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Co-Teaching Models

Co-teaching is a powerful and effective way to provide instruction in the least restrictive environment. There has been an increase in interest in co-teaching over the last several years driven primarily by staffing shortages. While co-teaching may seem like the answer to limited special education teachers, it requires a thoughtful process in determining which students would benefit from it (don’t forget the I in IEP), models, and training needed in order for co-teaching to be implemented successfully.
By Trish Geraghty
Co-Teaching Models

Co-teaching is a powerful and effective way to provide instruction in the least restrictive environment. There has been an increase in interest in co-teaching over the last several years driven primarily by staffing shortages. While co-teaching may seem like the answer to limited special education teachers, it requires a thoughtful process in determining which students would benefit from it (don’t forget the I in IEP), models, and training needed in order for co-teaching to be implemented successfully.

There are six co-teaching models to choose from depending on a variety of factors. To learn more about the co-teaching models I highly suggest you read the article 6 Models of Co-Teaching by Amanda Morin for Understood. Here are the shortened definitions of each model for your review: 

1. Team teaching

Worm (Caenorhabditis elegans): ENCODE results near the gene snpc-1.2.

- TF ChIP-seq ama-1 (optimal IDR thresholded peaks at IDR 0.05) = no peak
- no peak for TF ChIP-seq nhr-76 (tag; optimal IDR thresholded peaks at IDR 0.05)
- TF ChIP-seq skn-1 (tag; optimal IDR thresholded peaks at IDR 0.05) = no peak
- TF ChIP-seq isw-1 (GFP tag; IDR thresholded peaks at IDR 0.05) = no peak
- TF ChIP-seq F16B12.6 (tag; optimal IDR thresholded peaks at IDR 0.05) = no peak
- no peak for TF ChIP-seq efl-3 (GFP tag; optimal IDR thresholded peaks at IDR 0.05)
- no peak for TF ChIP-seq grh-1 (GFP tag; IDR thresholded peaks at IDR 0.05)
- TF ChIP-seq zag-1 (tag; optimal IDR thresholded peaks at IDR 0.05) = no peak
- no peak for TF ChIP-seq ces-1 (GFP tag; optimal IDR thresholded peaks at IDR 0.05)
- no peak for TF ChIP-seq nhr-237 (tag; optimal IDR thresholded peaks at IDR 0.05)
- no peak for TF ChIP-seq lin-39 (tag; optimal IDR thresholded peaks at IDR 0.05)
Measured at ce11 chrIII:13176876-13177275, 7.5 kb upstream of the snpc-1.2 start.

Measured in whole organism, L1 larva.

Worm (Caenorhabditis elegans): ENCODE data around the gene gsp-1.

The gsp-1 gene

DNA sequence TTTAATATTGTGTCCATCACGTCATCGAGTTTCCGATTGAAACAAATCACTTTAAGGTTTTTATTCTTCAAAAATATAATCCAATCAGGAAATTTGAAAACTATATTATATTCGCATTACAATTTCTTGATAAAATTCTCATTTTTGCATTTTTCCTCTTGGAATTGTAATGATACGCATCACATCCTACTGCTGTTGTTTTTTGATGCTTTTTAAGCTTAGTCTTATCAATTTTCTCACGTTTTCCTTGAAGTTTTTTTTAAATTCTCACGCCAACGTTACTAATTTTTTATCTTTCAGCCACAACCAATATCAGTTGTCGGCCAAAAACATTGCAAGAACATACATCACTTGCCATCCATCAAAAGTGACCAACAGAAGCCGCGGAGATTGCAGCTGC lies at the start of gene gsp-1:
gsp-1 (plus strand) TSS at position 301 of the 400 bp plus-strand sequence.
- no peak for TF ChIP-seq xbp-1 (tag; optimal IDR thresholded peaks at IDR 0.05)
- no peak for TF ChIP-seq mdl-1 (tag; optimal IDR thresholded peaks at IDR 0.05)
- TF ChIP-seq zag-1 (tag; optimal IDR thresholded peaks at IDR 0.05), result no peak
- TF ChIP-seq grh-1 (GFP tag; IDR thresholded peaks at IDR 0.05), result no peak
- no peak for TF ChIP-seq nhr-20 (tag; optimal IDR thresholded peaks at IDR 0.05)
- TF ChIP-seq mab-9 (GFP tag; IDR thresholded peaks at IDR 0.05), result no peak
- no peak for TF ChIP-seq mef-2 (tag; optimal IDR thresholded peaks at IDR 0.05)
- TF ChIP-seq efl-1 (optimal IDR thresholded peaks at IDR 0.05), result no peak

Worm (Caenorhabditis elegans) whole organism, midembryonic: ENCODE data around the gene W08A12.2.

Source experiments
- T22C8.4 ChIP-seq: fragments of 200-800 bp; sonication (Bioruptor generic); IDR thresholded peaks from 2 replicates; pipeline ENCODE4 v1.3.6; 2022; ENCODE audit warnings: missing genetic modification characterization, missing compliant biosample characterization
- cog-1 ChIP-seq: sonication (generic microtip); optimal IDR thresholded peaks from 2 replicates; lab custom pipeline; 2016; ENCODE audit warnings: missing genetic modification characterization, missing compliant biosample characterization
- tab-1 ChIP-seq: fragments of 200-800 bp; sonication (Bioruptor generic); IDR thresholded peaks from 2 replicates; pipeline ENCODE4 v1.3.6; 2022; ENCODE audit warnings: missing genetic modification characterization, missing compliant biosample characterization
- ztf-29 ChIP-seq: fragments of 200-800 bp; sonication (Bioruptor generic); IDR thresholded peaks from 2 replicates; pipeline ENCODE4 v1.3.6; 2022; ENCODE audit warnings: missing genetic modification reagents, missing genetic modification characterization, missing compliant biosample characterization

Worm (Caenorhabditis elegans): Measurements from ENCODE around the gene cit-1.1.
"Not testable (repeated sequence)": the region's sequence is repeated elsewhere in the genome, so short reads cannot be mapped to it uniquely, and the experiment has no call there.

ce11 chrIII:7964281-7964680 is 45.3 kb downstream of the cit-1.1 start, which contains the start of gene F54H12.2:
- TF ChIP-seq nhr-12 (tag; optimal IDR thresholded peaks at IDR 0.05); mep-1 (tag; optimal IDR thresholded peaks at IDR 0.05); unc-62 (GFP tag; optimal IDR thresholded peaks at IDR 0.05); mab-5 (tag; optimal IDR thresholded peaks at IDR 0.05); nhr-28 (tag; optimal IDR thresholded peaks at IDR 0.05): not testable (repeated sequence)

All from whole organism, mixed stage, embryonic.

In team teaching, both teachers are in the room at the same time but take turns teaching the whole class.

2. Parallel teaching

In parallel teaching, the team splits the class into two groups and each teacher teaches the same information at the same time.

3. Station teaching

In station teaching, the class is divided into three or more groups and the classroom has multiple learning centers.

4. Alternative teaching

In alternative teaching, one teacher instructs most of the class and the other teacher teaches an alternate or modified version of the lesson to a smaller group of students.

5. One teach, one assist

In the “one teach, one assist” model of co-teaching, one teacher teaches a full group lesson, while the other teacher roams and helps individual students.

6. One teach, one observe

In a ‘one teach, one observe’ setting, one teacher serves as the primary instructor, while the other is simply observing students’ learning and collecting data” (Morin, 2021). 

There are benefits and drawbacks to each model. Some of these models are more appropriate for different subject areas and lessons. 

How can you create flexibility in the use of the model while staying true to the specially designed instruction required? Start with the individual student’s needs in mind and develop a plan from there. As you consider these different models, think of your current staffing numbers and structures. Ensure roles and expectations are clear for both general education and special education teachers. 

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Reference

Morin, A. (2021, April 9). 6 models of co-teaching. Understood. Retrieved January 30, 2022, from https://www.understood.org/articles/en/6-models-of-co-teaching

Trish Geraghty
Trish Geraghty, an accomplished educational leader with 20+ years of experience, excels in curriculum development, instructional design, and professional development. Her proven track record includes successful support for schools, districts, educators, and students. Committed to ensuring universal access to high-quality learning, Trish is a visionary advocate for inclusive education. Her innovative approach to curriculum development reflects a keen understanding of evolving standards. Trish's transformative influence extends beyond traditional boundaries, actively contributing to the broader advancement of education. A catalyst for positive change, she inspires excellence in others, shaping the future of education through unwavering commitment and visionary leadership.

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